This week the NCSC issued an alert to support UK academia. Since the beginning of August, the NCSC has been investigating an increased number of ransomware attacks affecting education establishments in the UK, including schools, colleges, and universities.

Ransomware attackers can gain access to a victim network through a number of infection vectors. Cyber criminals adjust their tactics depending on the vulnerabilities they find.

In recent incidents, the NCSC has observed malicious actors targeting vulnerabilities related to:

The alert recommends that organisations follow the recently updated NCSC guidance on mitigating against malware and ransomware attacks and implementing a ‘defence in depth’ strategy to help protect against these attacks.

Remote workers access company data on personal devices

A study conducted by Trend Micro has highlighted that 39% of workers use their personal devices to access corporate data.

Research shows that personal devices such as smartphones, tablets, and laptops are not configured to the same level of security when compared with corporate devices. The NCSC has guidance on how to safely use personal devices for work purposes.

The recent pandemic has increased the need for remote working and highlighted the need to improve online security outside of the office. The NCSC has published guidance on working from home and detailed advice on how to connect smart devices securely.

Vulnerabilities discovered across multiple travel company websites

Tech consultancy, 6point6, have discovered multiple vulnerabilities on a number of airline, hotel and travel booking company websites.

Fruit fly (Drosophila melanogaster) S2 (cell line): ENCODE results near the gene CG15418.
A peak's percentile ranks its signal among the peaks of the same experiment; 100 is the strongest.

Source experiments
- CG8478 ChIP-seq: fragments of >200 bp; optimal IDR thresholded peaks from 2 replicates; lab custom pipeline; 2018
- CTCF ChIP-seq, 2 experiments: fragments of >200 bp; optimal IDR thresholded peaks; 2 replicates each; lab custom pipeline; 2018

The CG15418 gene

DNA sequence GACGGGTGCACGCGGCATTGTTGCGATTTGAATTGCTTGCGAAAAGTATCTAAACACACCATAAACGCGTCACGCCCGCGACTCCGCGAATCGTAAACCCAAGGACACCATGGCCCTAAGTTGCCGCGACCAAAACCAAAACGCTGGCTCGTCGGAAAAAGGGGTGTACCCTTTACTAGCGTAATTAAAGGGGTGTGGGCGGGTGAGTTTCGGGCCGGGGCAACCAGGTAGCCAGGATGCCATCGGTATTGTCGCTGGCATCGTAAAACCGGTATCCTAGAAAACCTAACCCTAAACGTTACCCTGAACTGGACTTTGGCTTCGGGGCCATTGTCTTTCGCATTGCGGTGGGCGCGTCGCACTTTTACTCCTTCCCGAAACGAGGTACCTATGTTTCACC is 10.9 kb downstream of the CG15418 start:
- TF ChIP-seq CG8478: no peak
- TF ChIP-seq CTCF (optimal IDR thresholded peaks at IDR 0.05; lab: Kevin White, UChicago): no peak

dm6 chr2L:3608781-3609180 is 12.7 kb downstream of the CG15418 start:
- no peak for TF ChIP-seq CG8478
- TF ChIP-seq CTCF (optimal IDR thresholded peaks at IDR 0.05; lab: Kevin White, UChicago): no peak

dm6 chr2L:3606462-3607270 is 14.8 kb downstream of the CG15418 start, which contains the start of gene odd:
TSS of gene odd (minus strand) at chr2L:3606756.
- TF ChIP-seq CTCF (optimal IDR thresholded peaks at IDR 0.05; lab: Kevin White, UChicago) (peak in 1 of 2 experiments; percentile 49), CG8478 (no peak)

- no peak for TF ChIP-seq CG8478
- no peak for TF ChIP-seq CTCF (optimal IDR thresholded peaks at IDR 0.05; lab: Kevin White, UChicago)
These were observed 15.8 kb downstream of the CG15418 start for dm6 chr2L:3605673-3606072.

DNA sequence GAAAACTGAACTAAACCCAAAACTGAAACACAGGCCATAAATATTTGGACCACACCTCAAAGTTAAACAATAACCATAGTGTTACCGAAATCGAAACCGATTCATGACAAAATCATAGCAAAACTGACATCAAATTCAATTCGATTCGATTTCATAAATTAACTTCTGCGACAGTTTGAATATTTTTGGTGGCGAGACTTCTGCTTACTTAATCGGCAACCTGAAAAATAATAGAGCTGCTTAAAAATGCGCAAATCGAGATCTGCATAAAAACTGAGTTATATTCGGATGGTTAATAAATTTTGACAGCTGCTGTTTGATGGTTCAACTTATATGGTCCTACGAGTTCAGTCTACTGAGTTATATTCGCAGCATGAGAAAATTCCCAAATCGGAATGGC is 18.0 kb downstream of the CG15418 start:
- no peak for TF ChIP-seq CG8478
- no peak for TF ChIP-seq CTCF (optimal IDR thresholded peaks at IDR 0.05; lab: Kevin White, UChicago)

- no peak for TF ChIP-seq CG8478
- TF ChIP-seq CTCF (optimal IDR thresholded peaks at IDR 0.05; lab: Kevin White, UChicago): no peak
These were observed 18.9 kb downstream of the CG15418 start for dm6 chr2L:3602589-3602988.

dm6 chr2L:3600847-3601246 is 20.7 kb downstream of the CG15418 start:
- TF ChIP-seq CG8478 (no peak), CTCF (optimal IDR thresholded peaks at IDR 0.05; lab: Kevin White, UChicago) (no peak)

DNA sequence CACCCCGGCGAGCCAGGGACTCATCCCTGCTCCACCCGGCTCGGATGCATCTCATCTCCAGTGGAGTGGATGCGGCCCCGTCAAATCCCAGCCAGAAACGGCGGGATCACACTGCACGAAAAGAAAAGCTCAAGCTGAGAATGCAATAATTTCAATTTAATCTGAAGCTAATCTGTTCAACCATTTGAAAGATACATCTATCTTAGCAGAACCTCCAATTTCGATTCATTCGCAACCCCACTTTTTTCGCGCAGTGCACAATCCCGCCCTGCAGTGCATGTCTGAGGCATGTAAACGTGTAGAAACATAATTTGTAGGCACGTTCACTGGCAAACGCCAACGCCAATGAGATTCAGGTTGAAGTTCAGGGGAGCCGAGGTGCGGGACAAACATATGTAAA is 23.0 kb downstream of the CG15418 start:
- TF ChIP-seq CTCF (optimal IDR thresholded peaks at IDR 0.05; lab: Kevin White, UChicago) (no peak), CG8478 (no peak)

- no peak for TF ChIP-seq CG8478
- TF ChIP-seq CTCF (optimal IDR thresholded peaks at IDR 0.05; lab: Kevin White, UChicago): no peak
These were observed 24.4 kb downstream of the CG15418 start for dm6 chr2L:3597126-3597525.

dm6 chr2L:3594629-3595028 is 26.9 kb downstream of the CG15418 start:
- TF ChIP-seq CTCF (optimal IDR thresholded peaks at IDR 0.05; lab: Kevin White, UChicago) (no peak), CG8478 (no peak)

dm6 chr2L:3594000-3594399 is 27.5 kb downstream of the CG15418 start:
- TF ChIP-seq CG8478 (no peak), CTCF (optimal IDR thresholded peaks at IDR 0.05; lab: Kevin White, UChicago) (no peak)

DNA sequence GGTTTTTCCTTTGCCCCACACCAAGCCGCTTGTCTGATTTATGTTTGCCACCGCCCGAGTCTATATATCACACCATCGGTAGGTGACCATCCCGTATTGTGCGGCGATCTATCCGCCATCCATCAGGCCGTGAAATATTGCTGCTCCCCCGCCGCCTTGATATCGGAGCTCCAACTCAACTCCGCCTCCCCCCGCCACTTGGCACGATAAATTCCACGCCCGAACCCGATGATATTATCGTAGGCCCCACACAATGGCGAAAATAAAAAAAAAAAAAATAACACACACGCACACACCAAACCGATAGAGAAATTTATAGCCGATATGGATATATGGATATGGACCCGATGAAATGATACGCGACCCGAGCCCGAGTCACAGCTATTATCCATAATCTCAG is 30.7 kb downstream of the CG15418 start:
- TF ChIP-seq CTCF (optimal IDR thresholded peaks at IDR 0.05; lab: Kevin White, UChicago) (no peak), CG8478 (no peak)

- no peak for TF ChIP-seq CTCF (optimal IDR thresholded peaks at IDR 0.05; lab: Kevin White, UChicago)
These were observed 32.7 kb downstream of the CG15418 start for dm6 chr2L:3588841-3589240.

The research has drawn attention to the potential weaknesses that attackers could exploit to target customer systems and access sensitive or personal data.

Examples of how the vulnerabilities could be used include the creation of fake log-in accounts and hijacking browser sessions.

Companies are being urged to strengthen their ability to protect their customers and their data or face sanctions imposed by the ICO, which could include substantial fines.

The NCSC has produced the Vulnerability Disclosure Toolkit which gives organisations the essential components to help customers easily report vulnerabilities.

Microsoft aware of Netlogon vulnerability

The NCSC is aware of an escalation of privilege vulnerability affecting Microsoft Windows Netlogon (CVE-2020-1472).

The NCSC recommends following vendor best practice advice in the mitigation of vulnerabilities. In this case, the most important aspect is to install the latest patches as soon as practicable.

The August 2020 security update fixes a number of security vulnerabilities and, following its installation, Domain Controller (DC) enforcement mode can be deployed.

Further reading regarding this vulnerability is available in Tenable and GitHub blog-posts.